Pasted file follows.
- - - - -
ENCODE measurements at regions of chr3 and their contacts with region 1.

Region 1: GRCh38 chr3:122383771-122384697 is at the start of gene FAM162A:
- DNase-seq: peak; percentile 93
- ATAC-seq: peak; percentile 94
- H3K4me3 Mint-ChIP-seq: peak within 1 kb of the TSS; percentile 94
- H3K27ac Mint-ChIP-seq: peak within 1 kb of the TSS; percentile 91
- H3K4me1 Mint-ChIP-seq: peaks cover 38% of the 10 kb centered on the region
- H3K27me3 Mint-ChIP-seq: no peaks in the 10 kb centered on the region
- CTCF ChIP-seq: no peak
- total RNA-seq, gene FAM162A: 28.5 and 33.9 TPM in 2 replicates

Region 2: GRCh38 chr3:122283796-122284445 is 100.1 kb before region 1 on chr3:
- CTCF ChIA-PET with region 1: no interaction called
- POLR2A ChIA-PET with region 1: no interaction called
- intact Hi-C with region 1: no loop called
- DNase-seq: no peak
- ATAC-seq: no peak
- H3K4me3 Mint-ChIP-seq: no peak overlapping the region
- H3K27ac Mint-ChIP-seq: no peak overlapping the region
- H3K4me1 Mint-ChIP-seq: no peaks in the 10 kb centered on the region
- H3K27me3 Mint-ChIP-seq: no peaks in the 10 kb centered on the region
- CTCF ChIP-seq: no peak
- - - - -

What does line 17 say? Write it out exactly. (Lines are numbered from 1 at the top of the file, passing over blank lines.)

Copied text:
- H3K4me3 Mint-ChIP-seq: no peak overlapping the region